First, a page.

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Solving human wildlife conflict

eterinarian Dr. Ortwin Aschenborn, Director for Parks and Wildlife Management in the Ministry of Environment and Tourism,Colgar Sikopo and Bollen Zindolo, Head Ranger in Bwabwata East. (Photograph by Hilma Hashange)

eterinarian Dr. Ortwin Aschenborn, Director for Parks and Wildlife Management in the Ministry of Environment and Tourism,Colgar Sikopo and Bollen Zindolo, Head Ranger in Bwabwata East. (Photograph by Hilma Hashange)

To reduce incidents of human wildlife conflict in Namibia’s national parks, the Ministry of Environment and Tourism through its Namibian Parks (NamParks) programme is implementing various park management activities such as the Human Wildlife Conflict Self-Reliance Scheme in areas most affected by the phenomenon.
The increasing wildlife number in both the Zambezi and Kunene Regions have dramatically increased over the past 20 years and despite the associated benefits, living alongside wildlife is proving to be costly for communities living inside national parks and conservancies.
Human Wildlife Conflict incidents have continued to rise and a total of 7738 cases of livestock losses, crop damage and attacks on humans where reported in 2010 alone.
Communities in affected conservancies have thus established innovative ways to combat Human Wildlife Conflict and have joined forces with the private sector and other NGOs. Nineteen conservancies have registered to form part of the scheme and received N$60,000 each as part of the start up capital.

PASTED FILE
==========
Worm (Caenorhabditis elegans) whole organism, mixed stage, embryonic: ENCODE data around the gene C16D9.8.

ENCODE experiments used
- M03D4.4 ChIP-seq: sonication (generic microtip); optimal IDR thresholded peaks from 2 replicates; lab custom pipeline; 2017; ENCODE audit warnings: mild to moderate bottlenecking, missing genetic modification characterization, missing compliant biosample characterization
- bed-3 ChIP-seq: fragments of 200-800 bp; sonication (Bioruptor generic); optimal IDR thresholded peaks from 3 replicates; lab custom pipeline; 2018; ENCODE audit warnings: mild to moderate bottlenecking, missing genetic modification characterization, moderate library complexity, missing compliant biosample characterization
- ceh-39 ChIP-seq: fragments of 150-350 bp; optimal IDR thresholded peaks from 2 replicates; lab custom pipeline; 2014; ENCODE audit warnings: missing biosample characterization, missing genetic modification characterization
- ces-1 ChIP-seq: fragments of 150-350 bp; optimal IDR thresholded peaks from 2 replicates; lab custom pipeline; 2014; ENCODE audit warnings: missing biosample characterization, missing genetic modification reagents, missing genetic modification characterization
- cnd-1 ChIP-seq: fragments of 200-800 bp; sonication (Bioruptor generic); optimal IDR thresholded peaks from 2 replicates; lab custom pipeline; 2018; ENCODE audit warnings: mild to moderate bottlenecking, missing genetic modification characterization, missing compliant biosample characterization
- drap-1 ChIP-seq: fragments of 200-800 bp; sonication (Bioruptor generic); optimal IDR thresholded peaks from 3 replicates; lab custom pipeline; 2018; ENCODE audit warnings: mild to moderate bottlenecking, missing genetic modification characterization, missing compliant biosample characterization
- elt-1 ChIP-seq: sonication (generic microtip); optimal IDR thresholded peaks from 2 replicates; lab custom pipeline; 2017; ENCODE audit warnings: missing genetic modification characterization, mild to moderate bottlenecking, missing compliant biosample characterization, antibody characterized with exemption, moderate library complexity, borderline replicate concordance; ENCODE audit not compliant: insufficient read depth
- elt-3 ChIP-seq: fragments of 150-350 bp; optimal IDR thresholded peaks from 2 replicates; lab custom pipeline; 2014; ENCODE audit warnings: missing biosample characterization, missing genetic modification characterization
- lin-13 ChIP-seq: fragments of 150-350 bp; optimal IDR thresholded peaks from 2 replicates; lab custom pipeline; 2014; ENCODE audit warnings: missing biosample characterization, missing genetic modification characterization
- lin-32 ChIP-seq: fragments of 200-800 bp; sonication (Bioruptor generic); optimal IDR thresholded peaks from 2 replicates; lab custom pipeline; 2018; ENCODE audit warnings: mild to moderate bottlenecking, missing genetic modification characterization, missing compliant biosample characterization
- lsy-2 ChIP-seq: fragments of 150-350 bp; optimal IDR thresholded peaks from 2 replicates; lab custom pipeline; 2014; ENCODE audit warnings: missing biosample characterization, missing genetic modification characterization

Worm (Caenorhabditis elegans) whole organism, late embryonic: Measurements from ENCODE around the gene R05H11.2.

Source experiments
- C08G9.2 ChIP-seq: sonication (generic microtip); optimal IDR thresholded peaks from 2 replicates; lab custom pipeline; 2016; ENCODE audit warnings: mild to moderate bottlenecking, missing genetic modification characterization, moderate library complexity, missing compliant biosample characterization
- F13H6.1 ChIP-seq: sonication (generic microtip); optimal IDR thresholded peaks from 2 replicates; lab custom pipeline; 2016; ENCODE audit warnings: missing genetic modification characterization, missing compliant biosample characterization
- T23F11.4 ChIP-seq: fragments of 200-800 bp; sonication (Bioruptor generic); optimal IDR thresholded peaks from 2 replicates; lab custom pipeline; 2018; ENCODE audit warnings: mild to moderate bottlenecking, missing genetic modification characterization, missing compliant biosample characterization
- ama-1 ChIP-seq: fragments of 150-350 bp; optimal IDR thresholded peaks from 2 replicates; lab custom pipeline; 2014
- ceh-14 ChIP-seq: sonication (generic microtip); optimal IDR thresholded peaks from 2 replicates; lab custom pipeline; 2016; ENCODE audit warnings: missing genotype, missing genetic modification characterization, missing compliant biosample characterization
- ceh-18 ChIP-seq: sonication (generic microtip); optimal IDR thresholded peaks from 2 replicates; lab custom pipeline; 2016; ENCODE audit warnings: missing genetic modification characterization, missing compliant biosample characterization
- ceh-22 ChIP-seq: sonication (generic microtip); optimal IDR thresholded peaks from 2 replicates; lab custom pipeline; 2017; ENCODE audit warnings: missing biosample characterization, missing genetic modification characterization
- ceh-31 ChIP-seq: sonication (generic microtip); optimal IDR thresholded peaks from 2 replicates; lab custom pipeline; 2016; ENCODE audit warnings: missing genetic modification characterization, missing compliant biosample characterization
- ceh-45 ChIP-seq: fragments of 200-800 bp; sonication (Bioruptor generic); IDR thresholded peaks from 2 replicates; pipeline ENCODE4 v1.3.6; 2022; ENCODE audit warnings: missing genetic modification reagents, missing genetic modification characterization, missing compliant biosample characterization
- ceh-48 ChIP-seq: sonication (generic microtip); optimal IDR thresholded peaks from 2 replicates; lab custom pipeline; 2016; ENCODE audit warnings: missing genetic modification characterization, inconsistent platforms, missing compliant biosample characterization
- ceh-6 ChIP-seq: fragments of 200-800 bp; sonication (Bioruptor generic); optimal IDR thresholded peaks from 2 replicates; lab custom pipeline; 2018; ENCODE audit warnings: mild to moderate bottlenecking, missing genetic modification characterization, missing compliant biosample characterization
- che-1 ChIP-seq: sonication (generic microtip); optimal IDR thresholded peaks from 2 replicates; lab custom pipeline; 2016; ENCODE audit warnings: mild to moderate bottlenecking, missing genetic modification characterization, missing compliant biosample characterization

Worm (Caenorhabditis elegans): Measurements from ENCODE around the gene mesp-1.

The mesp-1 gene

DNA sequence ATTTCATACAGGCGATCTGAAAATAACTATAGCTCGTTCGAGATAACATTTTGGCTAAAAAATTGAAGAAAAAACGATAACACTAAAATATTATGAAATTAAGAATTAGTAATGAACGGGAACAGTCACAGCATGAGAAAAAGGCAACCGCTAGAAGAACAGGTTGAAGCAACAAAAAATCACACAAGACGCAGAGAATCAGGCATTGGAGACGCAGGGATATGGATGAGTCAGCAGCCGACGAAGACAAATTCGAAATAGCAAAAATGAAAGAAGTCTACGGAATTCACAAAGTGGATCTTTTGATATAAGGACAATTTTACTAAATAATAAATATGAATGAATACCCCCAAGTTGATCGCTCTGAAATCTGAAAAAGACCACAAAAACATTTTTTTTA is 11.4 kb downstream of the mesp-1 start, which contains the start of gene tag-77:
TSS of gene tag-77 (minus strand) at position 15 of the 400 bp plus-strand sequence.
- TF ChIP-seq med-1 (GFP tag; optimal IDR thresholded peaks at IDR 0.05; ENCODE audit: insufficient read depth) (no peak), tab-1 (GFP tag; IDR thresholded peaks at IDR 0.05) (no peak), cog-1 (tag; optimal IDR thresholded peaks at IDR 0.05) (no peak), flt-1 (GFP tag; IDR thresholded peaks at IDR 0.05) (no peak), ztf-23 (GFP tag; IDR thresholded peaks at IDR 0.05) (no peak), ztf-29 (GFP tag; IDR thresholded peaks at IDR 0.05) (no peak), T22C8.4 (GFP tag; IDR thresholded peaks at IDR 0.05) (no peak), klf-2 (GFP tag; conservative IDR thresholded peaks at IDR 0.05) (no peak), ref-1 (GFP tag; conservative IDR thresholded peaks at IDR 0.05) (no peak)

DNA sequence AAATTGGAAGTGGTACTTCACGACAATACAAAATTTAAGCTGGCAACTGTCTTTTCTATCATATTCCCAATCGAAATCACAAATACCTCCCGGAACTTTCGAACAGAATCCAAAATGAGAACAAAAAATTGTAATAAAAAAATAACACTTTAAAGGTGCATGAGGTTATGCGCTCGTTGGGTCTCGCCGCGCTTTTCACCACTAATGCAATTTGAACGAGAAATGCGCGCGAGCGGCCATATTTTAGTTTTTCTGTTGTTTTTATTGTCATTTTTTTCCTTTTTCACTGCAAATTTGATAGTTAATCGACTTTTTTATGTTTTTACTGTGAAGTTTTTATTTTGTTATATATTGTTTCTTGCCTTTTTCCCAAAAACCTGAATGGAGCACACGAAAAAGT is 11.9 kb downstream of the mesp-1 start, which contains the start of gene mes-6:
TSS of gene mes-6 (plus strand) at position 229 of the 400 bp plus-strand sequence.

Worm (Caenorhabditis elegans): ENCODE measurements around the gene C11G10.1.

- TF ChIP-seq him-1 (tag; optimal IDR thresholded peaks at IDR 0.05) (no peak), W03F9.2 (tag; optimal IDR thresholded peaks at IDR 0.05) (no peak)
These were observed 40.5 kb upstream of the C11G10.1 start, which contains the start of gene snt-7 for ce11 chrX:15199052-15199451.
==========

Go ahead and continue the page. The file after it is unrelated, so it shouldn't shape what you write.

The Kyaramacan Association formed in Bwabwata National Park, a unique park with over 5000 inhabitants, is one such example of a partnership between the communities and government. Activities performed by the association include combating game poaching and conducting game counts through the Event Book monitoring system.
NamParks is also in the process of establishing the Bwabwata Ecological Institution, which according to Dr. Ortwin Aschenborn, a veterinarian based in the park, will conduct research and management as well as disease control. Dr Aschenborn added that the institute will also record the trans-boundary movement of wildlife between Namibia and neighbouring countries.
Over the years, a lot of game has entered the park and just recently, 200 waterbuck and 100 eland have been relocated into the park.
Meanwhile, concessions in the Bwabwata area will soon be awarded. According to Colgar Sikopo, Director for Parks and Wildlife Management in the Ministry of Environment and Tourism, two hunting concessions can generate N$4.2 million a year. “Both government and the community each receive a 50/50 share from these concessions,” he said.
Sikopo added that several cases of illegal hunting of elephants were reported in the parks with 78 cases in 2012 and six so far in 2013. He said however that the ministry is making progress in stopping illegal activities and have arrested 23 suspects and confiscated 106 elephant tusks. Two suspects have also been fined N$150 each for illegal fishing. The culprits are said to be mainly Namibians and Zambians.
“The approached used to stop these illegal practices was to increase the presence of ministry officials on the ground and the community has been helping by working in collaboration with the police and reporting these culprits to the police themselves,” Sikopo said.
The design and implementation of innovative ways to deal with the increase in Human Wildlife Conflict is an ongoing process based on the Policy on Human and Wildlife Conflict Management and includes the construction of an electrified game proof fence around those areas in the Bwabwata National Park and Mahango Core Area where the highest number of incidents have occurred.

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